by Maria Russo in Shows, November 6th, 2013
When it comes to transforming America’s failing restaurants on Restaurant: Impossible and giving them a second chance at future success, fans know that Robert Irvine is all business, dedicated to teaching owners how to turn their eateries into profitable productions. And each week on Restaurant Express, you see him challenging restaurant hopefuls to survive the ultimate seven-week culinary road trip. But just recently, Robert invited fans to get to know him beyond television and divulged insider details about seemingly all aspects of his life. In an #AskIrvine Twitter chat, Robert revealed his favorite meal, deserted island must-have, packing preferences when traveling, secret to achieving bulging biceps and more. Read on below to get caught up on the highlights and learn 10 little-known facts about this longtime chef and professional restaurateur.
1. Even though he’s in tiptop shape, Robert admits, “I believe every meal should end with something sweet.”
2. When asked what single food he would bring with him on a deserted island, he answered: “Water. You can’t live without it.”
3. “I love Stella and Heineken,” Robert admits of his favorite beers.
4. For more than 10 years, Robert was a member of the British Navy.
5. Robert has been cooking since he was 11 years old.
Get five more fun facts
“This might be a lost cause,” Robert Irvine said while working with the Calos family at their seven-year-old restaurant, The Windsor 75. Owners Therese and George and their two sons needed Robert’s help to not only update what he deemed “blah” decor and improve their menu but also ease the tensions and end the bickering between them. With just two days to work and a $10,000 budget, Robert and his Restaurant: Impossible team accomplished their mission to relaunch The Windsor 75 and set up the Caloses with the tools they need for future success. FN Dish checked in with Therese a few months after the renovation to find out how the eatery is doing today.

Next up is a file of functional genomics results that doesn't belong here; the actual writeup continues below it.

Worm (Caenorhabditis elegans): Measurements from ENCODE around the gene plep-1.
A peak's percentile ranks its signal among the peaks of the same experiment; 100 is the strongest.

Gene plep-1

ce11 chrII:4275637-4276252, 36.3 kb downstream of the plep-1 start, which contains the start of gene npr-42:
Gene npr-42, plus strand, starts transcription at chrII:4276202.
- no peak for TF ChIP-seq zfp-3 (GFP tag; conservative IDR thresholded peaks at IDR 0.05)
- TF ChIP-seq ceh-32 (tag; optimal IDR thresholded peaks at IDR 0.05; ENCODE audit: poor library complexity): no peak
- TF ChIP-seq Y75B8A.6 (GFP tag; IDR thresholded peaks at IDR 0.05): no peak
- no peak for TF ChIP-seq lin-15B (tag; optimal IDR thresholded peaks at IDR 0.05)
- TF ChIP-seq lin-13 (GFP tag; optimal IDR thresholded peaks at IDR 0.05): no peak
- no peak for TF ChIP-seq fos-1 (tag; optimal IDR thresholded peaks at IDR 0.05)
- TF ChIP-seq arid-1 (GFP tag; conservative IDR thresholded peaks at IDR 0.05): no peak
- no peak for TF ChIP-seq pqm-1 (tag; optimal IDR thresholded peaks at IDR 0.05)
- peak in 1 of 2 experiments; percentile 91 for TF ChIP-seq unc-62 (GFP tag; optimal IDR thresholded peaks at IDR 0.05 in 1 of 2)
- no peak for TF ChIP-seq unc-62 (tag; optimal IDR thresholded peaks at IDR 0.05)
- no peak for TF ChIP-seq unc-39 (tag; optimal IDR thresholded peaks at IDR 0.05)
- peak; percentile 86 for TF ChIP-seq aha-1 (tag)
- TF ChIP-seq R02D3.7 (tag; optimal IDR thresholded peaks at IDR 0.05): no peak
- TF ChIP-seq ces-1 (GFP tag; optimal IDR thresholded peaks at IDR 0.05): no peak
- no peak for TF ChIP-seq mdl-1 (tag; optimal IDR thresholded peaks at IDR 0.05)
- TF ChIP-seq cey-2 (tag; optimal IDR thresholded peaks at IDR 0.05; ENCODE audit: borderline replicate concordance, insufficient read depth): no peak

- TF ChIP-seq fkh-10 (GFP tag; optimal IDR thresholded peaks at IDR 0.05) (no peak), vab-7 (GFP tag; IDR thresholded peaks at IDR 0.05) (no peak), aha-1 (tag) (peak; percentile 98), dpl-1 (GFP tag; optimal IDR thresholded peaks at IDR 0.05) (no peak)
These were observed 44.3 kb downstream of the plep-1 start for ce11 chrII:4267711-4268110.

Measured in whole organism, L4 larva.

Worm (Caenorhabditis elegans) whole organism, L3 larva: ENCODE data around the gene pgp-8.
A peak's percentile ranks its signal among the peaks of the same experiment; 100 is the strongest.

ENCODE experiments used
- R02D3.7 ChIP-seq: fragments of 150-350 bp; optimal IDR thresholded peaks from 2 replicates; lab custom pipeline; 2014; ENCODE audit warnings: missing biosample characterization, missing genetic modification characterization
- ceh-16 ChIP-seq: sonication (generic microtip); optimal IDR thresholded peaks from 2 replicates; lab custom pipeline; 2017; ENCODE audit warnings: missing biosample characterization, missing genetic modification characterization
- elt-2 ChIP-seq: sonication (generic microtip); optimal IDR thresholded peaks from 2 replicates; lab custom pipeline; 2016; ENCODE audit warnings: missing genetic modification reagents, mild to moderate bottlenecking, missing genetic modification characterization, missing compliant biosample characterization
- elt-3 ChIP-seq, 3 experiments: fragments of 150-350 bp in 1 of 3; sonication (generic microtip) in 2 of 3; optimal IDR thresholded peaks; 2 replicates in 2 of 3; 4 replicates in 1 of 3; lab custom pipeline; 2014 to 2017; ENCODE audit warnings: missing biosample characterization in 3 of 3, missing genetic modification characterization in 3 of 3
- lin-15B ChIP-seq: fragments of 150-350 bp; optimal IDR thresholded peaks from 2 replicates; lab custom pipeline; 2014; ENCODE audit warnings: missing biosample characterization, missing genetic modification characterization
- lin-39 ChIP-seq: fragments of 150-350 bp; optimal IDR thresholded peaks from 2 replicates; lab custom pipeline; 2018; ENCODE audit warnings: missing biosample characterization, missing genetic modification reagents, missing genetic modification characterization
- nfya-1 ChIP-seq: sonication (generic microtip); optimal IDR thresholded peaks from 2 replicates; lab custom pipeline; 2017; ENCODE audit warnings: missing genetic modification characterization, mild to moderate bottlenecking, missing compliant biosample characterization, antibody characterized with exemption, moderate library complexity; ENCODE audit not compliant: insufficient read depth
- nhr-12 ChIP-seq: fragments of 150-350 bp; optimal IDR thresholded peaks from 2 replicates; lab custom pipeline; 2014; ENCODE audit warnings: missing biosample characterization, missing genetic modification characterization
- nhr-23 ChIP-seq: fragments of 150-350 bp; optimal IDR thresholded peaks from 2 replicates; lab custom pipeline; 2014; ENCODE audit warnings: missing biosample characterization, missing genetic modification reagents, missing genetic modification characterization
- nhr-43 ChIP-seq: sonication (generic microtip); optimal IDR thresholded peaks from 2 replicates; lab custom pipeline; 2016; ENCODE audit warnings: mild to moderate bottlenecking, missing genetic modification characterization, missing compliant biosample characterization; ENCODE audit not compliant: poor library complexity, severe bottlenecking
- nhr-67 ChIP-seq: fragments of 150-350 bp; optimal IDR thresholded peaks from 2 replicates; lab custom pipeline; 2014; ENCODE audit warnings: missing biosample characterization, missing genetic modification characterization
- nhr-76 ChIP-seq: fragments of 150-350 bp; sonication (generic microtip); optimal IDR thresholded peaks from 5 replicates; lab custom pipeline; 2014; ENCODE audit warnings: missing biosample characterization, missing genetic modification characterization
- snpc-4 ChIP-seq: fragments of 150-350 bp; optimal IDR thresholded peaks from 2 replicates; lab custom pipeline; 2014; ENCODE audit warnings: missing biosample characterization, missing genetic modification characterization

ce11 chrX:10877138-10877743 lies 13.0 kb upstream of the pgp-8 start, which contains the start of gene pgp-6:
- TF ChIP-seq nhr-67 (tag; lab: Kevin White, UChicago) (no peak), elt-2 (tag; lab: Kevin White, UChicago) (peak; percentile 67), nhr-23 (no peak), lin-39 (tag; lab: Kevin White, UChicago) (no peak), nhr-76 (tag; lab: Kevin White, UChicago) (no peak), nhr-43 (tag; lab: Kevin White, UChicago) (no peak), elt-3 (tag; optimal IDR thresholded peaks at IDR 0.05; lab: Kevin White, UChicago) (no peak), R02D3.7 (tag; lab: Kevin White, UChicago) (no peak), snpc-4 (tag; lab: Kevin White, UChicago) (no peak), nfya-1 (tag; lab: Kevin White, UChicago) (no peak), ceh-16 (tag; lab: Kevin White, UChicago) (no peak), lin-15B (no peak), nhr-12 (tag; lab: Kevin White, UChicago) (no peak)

Since The Windsor 75 reopened, Therese says, business has increased nearly 10 percent, and they tweaked their hours and offerings, now closing on Monday and serving breakfast only on the weekends. To her, perhaps the most-impressive aspect of the transformation is the updated design. “It is open, airy, and filled with life and hope for the future,” Therese tells FN Dish. “Truly words cannot express how we feel about the decor. Our hearts are bursting! There are too many wonderful elements.”